Thursday, January 18, 2007

The birth control you won't see commercials for

So I saw a post about the cost of razors, and my mind jumped to another costly, yet rarely considered, expense. PF Ladies? Lend me your ears.

There's all kind of commercials for Nuvaring and Yaz and OrthoEvra, and they might be right for a lot of women, especially women who know that they may want to have a baby soon. But mostly, they're advertised because they're wildly profitable to sell. You think there's a lot of research going into longer-term BC? Hell no--why would they cut into their profit margin?

I've been on all three at various points, and when your insurance doesn't cover costs, it adds up quickly: $40/month for the patch, $25/month for the ring, $20 to $50/month for the Pill. And that's at Planned Parenthood: buying at pharmacies includes an extra markup for them to profit off your body as well. That's an average of $2,400 over five years. Not to mention the sanitary supplies and pain medications--few hundred bucks more. And frankly, I couldn't ever remember to take the dang pill e v e r y day.

You could be protected for about $350 for the same five years. Mirena, which I had installed in November, is five years of Guaranteed No Baby. Also, no period.

Okay, I seriously sound like a dippy commercial for it, and I don't mean to come across as a shill. But seriously, women who want to be frugal? An IUD is the way to go for massive savings in your 20s, when you know you're not going to be having babies. Or even if you don't want babies for just a couple of years--you can have them take it out whenever you want, and it's already paid for itself after about 9 months anyway.

Problem: a lot of doctors won't even install this for you (especially if you haven't already had a baby), so you might have to seek out a Planned Parenthood. (Which presumably you're already using for cost-effective women's health support--I love their sliding payment scale!)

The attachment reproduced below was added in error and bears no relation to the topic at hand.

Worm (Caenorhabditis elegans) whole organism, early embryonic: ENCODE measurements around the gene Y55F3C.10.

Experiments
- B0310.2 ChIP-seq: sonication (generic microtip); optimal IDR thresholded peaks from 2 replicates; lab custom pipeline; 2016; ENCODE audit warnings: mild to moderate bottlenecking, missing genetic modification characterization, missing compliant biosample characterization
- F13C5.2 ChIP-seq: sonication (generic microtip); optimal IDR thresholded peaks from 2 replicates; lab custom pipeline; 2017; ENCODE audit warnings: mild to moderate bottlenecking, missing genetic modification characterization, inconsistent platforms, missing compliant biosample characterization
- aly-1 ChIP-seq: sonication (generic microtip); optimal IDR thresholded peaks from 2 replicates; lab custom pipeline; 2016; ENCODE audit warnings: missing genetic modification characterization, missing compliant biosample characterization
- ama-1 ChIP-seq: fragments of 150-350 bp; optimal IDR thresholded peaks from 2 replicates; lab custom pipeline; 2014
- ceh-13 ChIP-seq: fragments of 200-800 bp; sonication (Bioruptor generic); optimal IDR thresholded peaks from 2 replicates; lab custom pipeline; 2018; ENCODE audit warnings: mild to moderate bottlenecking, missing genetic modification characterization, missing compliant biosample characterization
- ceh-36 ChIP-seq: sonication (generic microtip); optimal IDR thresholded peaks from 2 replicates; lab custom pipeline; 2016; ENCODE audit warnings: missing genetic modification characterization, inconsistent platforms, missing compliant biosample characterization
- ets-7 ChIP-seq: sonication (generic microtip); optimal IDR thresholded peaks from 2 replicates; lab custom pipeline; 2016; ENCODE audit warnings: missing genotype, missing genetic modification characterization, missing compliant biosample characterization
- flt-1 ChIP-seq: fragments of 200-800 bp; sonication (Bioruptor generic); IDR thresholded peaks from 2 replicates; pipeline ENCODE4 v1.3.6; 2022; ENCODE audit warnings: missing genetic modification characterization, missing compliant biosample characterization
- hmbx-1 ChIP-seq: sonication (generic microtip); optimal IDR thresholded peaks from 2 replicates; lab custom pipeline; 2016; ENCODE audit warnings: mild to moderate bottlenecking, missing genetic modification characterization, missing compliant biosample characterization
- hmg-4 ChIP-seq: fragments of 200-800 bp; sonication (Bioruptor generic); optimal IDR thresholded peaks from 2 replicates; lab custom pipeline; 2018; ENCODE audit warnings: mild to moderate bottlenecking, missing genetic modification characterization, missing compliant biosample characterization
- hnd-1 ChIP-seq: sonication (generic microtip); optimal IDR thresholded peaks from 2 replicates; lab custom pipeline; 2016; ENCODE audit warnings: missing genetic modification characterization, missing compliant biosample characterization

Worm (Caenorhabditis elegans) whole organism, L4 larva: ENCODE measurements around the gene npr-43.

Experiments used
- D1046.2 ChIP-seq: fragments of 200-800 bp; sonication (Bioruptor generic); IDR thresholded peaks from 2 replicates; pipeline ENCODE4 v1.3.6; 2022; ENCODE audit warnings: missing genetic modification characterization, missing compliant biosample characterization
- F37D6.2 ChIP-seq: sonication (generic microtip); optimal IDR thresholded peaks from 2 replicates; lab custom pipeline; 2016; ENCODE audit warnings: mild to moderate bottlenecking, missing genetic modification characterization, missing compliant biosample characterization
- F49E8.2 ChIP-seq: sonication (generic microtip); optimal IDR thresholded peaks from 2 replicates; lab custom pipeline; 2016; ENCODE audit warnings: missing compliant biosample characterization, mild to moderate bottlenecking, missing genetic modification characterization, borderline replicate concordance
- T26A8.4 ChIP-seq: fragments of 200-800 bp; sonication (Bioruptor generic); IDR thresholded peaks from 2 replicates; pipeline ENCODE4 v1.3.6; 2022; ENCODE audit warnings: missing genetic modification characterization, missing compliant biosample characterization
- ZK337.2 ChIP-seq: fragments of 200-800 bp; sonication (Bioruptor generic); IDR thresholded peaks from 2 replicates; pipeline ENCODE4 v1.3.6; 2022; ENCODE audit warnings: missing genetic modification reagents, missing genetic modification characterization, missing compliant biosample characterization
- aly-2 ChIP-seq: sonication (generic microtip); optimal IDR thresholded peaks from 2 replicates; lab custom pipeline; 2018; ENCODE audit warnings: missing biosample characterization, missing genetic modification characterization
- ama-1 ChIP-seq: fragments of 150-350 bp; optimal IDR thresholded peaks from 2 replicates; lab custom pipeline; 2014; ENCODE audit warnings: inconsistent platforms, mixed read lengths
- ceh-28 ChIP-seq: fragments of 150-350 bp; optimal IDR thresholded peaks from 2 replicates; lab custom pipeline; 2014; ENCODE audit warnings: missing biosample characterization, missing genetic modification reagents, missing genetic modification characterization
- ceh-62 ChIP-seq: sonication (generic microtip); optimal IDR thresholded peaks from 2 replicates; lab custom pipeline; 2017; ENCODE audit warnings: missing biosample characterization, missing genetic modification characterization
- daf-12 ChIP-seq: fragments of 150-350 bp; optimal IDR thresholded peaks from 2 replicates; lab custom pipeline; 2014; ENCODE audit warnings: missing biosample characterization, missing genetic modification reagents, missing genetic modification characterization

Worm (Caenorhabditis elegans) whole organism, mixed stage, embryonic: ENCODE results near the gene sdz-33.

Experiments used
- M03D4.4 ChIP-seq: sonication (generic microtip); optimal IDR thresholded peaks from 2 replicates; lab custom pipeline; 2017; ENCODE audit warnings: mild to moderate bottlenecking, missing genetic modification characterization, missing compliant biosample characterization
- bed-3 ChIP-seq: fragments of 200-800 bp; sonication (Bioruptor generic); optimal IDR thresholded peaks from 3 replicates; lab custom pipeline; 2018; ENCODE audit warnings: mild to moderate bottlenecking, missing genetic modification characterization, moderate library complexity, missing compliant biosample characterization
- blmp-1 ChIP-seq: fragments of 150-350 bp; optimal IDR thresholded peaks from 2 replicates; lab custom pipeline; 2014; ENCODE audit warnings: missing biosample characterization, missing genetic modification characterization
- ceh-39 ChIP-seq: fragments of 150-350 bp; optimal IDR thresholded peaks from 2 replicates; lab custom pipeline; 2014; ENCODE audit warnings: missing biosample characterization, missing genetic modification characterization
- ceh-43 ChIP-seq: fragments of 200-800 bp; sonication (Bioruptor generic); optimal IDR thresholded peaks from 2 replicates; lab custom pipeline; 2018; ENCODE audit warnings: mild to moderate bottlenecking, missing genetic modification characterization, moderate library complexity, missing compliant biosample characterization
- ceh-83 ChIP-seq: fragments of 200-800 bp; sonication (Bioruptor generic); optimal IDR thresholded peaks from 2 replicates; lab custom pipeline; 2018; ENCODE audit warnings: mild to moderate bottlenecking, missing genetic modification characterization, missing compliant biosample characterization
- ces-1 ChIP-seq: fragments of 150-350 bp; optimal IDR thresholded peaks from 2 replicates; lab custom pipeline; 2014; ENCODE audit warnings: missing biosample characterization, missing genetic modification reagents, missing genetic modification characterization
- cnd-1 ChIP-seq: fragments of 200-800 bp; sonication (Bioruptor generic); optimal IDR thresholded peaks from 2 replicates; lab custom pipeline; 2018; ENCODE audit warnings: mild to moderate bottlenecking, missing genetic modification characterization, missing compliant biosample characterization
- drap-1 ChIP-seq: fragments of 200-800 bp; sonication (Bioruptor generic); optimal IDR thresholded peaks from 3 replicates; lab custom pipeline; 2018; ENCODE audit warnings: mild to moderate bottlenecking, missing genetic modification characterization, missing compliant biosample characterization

Anonymous said...

Hey there,
I really like this post, since it's great to focus PF energy towards this topic. However, some of the reasons that many docs won't help 20-somethings get an IUD are medically sound. I really wanted to get one, but the more research I did, the more I was convinced that they really are a better deal for people who have already had a baby. There are lots of birth control options out there, and although I think that whatever works for you is great, no one should be making decisions about what method to use based solely on its cost. The real answer to all of this is that birth control methods should be covered by all insurance, so we shouldn't have to worry about costs.
Just my thoughts. Keep up the good work!

Ellen said...

What are the reasons, though? The fear of perforation? The risk that the uterus wouldn't be the right size? I couldn't get my doc to explain exactly why she wouldn't do it, and I couldn't find any clinical research to support her caution (though it's possible I don't have access to the right journals, I suppose), so I went ahead.

Thanks for your input, though. I'd love it if insurance covered birth control--that would be wonderful. It's horrible that some 70-year-old dude can get Viagra for a $5 copay but we have to pay out the nose for something so essential. *rages*